Dr Diane Ashiru-Oredope
Pharmacist Lead for Antimicrobial Resistance and Lead for the UK Antibiotic Guardian Campaign
It is because many of these precious medicines have lost their effectiveness to treat the bacteria causing common infections such as pneumonia, skin and kidney infections, gonorrhoea, and tuberculosis.
People with antibiotic resistant infections suffer with symptoms for longer, require more complex treatment and are more likely to die with invasive severe infection caused by antibiotic resistant bacteria. It is estimated that 25,000 people already die every year in Europe because of infections resistant to antibiotics.
The development of new antibiotics will help in this fight but it is important that we take care of the antibiotics we have now. The loss of antibiotics will see us return to a 1930s style healthcare (pre-antibiotic era) where infections now considered trivial will once again be fatal. Infections related to pregnancy or superficial skin wounds, or illnesses such as pneumonia will once again become mass killers. Prior to antibiotics, 1 in 10 healthy young people died from pneumonia and skin infections; now, thanks to antibiotics this is only 1 in 100. Deaths from childbirth related sepsis was 3 in 100 prior to antibiotics and is now less than 3 in 100,000 births.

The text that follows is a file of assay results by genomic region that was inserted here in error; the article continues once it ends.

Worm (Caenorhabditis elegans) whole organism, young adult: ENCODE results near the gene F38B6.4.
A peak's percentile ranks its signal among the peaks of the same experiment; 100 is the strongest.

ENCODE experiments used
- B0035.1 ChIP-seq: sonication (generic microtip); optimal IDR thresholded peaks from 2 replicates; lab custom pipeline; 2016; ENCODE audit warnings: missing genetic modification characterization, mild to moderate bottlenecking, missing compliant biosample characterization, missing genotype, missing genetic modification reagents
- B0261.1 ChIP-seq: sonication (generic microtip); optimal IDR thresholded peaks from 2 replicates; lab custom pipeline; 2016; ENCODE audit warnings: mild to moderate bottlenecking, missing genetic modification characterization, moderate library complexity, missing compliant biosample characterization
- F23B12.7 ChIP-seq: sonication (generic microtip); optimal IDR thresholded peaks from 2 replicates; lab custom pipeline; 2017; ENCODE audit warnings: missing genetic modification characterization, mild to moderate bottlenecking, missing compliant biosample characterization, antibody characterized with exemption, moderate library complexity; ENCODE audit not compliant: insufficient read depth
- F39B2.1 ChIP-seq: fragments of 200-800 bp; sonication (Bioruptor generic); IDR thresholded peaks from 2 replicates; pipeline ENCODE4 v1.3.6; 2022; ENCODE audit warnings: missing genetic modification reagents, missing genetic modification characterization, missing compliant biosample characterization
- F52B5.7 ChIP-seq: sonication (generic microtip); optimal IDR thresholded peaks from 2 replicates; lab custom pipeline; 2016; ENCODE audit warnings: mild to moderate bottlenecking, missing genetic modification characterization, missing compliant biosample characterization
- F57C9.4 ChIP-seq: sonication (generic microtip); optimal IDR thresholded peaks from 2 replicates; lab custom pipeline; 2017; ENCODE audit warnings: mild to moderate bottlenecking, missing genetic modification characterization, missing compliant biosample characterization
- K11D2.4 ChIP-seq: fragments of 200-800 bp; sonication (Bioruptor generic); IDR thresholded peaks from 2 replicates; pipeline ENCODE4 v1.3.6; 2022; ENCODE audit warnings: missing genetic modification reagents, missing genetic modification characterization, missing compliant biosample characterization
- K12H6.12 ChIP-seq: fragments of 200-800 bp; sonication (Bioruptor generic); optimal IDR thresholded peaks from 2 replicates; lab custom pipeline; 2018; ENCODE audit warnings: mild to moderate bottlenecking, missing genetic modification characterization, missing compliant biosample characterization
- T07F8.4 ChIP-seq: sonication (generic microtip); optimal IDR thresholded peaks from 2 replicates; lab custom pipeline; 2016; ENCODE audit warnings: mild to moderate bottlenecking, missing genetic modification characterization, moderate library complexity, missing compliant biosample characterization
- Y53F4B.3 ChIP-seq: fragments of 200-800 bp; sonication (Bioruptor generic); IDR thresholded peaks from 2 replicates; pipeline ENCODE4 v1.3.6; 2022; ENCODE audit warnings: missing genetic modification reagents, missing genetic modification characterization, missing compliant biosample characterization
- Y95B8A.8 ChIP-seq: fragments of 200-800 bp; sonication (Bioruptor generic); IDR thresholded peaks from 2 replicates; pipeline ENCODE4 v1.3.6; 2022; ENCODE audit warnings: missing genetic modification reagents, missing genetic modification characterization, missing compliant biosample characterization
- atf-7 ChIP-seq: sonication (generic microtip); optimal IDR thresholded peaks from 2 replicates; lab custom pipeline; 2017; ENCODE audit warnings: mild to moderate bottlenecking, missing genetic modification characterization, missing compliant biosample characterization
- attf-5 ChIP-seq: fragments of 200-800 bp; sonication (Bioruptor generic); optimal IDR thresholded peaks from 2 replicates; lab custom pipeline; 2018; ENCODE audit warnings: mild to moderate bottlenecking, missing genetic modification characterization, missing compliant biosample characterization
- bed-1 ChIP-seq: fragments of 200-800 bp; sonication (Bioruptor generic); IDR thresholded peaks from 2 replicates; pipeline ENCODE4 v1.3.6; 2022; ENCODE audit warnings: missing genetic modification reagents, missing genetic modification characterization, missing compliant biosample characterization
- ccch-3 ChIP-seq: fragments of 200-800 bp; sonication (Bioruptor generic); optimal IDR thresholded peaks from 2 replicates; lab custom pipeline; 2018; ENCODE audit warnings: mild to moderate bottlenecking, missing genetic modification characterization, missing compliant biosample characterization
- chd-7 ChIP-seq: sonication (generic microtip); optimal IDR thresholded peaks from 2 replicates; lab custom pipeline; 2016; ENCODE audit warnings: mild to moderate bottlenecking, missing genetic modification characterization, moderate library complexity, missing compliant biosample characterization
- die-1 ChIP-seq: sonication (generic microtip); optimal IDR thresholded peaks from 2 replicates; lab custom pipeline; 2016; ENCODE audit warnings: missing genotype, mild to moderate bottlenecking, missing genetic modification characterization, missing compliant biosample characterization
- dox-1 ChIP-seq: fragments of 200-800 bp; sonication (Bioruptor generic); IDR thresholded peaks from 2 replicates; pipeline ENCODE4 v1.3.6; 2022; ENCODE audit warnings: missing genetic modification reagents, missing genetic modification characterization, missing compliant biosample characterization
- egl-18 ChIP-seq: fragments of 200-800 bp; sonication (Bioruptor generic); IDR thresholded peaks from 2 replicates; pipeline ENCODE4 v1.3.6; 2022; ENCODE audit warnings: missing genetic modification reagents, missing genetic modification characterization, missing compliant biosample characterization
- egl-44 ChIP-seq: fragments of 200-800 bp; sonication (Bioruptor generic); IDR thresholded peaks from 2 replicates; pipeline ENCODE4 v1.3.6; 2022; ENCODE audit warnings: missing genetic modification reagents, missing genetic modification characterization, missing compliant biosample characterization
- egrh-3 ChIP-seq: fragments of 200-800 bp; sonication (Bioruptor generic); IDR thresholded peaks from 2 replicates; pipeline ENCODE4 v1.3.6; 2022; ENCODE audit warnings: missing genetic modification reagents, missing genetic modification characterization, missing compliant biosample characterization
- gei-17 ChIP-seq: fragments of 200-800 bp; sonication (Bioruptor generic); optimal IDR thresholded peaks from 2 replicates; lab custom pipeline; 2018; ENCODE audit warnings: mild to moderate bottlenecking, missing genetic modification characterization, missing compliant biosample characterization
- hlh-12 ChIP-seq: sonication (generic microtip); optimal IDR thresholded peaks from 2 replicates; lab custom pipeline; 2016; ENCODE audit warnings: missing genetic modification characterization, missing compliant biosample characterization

Don’t get me wrong, I know sometimes you will need to take antibiotics but for many infections we should try alternatives first. For example, antibiotics will not treat colds, flu and most coughs. As a working mum of two young children (six and three years old), I understand the stress and worry when our little ones are unwell especially in the winter season. However I have also seen the impact of not having effective antibiotics to treat an infection. Antibiotics will not work against most winter ailments and therefore I encourage you to visit your local pharmacist and ask how to bring down their temperature and reduce the pain from sore throats and headaches. I have over the years, as a mother and pharmacist learnt the importance of self-care for myself and my family.
Infections now considered trivial will once again be fatal.
It is essential that we preserve antibiotics for life-threatening infections such as sepsis and meningitis.
We cannot eradicate antibiotic resistance, but there are a number of actions that the public and all health and social care staff can take to help reduce the spread of antimicrobial resistance.
What can you personally do about this? I would encourage you to learn more by visiting the Antibiotic Guardian website www.antibioticguardian.com where you can find out more about antibiotic resistance and what you can do to help save these vital medicines.